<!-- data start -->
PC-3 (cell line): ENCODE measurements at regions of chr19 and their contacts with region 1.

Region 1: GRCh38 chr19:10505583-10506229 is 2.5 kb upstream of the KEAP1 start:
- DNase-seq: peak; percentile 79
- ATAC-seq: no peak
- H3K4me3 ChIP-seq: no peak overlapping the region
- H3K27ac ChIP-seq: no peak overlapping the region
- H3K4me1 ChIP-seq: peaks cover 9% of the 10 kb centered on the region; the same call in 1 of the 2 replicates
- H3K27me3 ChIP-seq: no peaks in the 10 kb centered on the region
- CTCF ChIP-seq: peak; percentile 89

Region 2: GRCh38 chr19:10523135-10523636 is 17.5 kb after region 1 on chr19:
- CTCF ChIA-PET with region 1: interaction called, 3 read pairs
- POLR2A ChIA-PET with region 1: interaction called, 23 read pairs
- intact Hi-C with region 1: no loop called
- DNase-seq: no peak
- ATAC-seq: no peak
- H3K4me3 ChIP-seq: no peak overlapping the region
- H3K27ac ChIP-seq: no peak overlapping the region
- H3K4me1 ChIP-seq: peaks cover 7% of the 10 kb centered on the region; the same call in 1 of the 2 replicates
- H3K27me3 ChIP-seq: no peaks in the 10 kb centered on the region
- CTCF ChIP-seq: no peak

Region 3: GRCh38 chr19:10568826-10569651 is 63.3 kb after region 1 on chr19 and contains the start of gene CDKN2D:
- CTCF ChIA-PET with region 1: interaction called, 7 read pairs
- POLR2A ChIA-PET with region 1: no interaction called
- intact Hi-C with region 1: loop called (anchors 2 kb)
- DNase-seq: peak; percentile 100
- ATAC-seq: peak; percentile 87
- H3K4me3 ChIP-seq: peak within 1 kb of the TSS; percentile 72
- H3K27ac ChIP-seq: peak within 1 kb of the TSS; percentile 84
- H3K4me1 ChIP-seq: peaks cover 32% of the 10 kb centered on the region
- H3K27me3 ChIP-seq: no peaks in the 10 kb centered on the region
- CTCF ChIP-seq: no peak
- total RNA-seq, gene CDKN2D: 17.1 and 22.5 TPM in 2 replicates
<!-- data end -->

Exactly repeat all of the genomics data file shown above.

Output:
PC-3 (cell line): ENCODE measurements at regions of chr19 and their contacts with region 1.

Region 1: GRCh38 chr19:10505583-10506229 is 2.5 kb upstream of the KEAP1 start:
- DNase-seq: peak; percentile 79
- ATAC-seq: no peak
- H3K4me3 ChIP-seq: no peak overlapping the region
- H3K27ac ChIP-seq: no peak overlapping the region
- H3K4me1 ChIP-seq: peaks cover 9% of the 10 kb centered on the region; the same call in 1 of the 2 replicates
- H3K27me3 ChIP-seq: no peaks in the 10 kb centered on the region
- CTCF ChIP-seq: peak; percentile 89

Region 2: GRCh38 chr19:10523135-10523636 is 17.5 kb after region 1 on chr19:
- CTCF ChIA-PET with region 1: interaction called, 3 read pairs
- POLR2A ChIA-PET with region 1: interaction called, 23 read pairs
- intact Hi-C with region 1: no loop called
- DNase-seq: no peak
- ATAC-seq: no peak
- H3K4me3 ChIP-seq: no peak overlapping the region
- H3K27ac ChIP-seq: no peak overlapping the region
- H3K4me1 ChIP-seq: peaks cover 7% of the 10 kb centered on the region; the same call in 1 of the 2 replicates
- H3K27me3 ChIP-seq: no peaks in the 10 kb centered on the region
- CTCF ChIP-seq: no peak

Region 3: GRCh38 chr19:10568826-10569651 is 63.3 kb after region 1 on chr19 and contains the start of gene CDKN2D:
- CTCF ChIA-PET with region 1: interaction called, 7 read pairs
- POLR2A ChIA-PET with region 1: no interaction called
- intact Hi-C with region 1: loop called (anchors 2 kb)
- DNase-seq: peak; percentile 100
- ATAC-seq: peak; percentile 87
- H3K4me3 ChIP-seq: peak within 1 kb of the TSS; percentile 72
- H3K27ac ChIP-seq: peak within 1 kb of the TSS; percentile 84
- H3K4me1 ChIP-seq: peaks cover 32% of the 10 kb centered on the region
- H3K27me3 ChIP-seq: no peaks in the 10 kb centered on the region
- CTCF ChIP-seq: no peak
- total RNA-seq, gene CDKN2D: 17.1 and 22.5 TPM in 2 replicates